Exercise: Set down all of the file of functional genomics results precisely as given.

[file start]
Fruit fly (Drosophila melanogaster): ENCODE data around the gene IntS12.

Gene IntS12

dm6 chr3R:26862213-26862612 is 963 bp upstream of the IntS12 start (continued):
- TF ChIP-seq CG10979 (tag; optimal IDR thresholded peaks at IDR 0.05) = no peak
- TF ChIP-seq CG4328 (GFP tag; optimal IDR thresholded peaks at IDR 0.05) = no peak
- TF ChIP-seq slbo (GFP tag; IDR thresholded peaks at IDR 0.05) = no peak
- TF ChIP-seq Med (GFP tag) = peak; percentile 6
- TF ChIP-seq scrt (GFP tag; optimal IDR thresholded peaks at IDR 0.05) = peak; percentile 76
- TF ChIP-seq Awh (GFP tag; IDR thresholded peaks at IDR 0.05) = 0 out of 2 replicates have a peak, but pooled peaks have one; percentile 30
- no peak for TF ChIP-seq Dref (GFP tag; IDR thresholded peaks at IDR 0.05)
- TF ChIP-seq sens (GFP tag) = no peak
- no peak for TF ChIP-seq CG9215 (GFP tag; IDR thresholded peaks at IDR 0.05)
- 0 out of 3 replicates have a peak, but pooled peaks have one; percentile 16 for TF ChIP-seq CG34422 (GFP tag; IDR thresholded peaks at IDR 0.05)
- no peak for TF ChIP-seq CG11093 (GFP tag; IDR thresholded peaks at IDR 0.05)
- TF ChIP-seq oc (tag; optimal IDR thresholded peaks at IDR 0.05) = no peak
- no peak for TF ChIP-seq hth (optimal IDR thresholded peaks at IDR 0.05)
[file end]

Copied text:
Fruit fly (Drosophila melanogaster): ENCODE data around the gene IntS12.

Gene IntS12

dm6 chr3R:26862213-26862612 is 963 bp upstream of the IntS12 start (continued):
- TF ChIP-seq CG10979 (tag; optimal IDR thresholded peaks at IDR 0.05) = no peak
- TF ChIP-seq CG4328 (GFP tag; optimal IDR thresholded peaks at IDR 0.05) = no peak
- TF ChIP-seq slbo (GFP tag; IDR thresholded peaks at IDR 0.05) = no peak
- TF ChIP-seq Med (GFP tag) = peak; percentile 6
- TF ChIP-seq scrt (GFP tag; optimal IDR thresholded peaks at IDR 0.05) = peak; percentile 76
- TF ChIP-seq Awh (GFP tag; IDR thresholded peaks at IDR 0.05) = 0 out of 2 replicates have a peak, but pooled peaks have one; percentile 30
- no peak for TF ChIP-seq Dref (GFP tag; IDR thresholded peaks at IDR 0.05)
- TF ChIP-seq sens (GFP tag) = no peak
- no peak for TF ChIP-seq CG9215 (GFP tag; IDR thresholded peaks at IDR 0.05)
- 0 out of 3 replicates have a peak, but pooled peaks have one; percentile 16 for TF ChIP-seq CG34422 (GFP tag; IDR thresholded peaks at IDR 0.05)
- no peak for TF ChIP-seq CG11093 (GFP tag; IDR thresholded peaks at IDR 0.05)
- TF ChIP-seq oc (tag; optimal IDR thresholded peaks at IDR 0.05) = no peak
- no peak for TF ChIP-seq hth (optimal IDR thresholded peaks at IDR 0.05)